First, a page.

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The pilot of the ship that crashed into the Baltimore bridge Tuesday did “everything that he could have done” to slow the ship and keep it from drifting toward the bridge, said Clay Diamond, executive director and general counsel of the American Pilots Association.
Diamond has been in close communication with the Association of Maryland Pilots over what unfolded on the Dali cargo ship in the moments leading up to the crash. 

“Just minutes before the bridge, there was a total blackout on the ship, meaning that the ship lost engine power and electrical power, it was a complete blackout,” Diamond said.

At that point, according to Diamond, the pilot did “everything that he could have done” to both slow the ship down and keep it from drifting to the right, toward the bridge.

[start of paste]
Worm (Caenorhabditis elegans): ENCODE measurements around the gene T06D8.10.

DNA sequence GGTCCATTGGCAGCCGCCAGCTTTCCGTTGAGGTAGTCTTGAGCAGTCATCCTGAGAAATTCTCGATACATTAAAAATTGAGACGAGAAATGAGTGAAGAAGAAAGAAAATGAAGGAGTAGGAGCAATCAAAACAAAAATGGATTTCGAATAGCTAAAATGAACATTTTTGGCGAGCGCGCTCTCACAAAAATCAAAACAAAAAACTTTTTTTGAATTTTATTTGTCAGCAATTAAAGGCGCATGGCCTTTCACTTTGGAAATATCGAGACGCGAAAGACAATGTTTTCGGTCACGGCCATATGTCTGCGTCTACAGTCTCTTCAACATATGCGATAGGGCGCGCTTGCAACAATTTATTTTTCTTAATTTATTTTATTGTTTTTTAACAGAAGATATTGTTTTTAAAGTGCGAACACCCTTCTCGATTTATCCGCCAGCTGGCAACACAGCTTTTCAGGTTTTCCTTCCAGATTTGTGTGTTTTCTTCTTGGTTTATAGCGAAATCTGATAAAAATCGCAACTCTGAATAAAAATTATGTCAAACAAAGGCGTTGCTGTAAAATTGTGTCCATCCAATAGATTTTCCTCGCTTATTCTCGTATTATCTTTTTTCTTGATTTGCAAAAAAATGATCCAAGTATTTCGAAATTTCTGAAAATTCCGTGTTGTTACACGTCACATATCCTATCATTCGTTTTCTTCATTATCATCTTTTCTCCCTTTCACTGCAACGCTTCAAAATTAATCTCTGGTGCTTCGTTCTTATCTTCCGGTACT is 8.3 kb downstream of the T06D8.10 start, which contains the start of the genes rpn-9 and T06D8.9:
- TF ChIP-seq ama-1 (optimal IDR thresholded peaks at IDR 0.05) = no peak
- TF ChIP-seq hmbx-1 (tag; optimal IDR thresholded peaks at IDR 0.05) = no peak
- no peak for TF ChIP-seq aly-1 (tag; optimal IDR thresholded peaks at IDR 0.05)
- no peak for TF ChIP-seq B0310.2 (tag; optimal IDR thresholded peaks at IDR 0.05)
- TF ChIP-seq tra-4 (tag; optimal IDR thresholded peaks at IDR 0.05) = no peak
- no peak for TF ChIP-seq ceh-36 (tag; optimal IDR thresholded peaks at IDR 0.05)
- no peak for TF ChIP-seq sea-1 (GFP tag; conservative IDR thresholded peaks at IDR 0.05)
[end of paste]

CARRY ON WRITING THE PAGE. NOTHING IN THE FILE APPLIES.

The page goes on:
The pilot quickly gave a string of orders, calling for a hard rudder to port — as far left as possible — and for the anchor to be dropped.

Additionally, Diamond said, the pilot was the one who contacted the pilot dispatch office to shut down traffic to the bridge.  “Those were all the appropriate steps but it happened so quickly and with so little lead time ... neither one of those maneuvers were enough,” Diamond said. 

Diamond pointed out that while the lights on the boat could be seen turning back on — likely due to an emergency generator activating after the initial blackout — the ship’s engines never got running again. 

Maritime pilots, who are required to be licensed, temporarily board a ship and help guide the vessel as it maneuvers through local waters. Pilot training programs are extensive and rigorous, according to Diamond, requiring years of experience navigating ships on the water, classroom simulations, and working under the supervision of licensed pilots.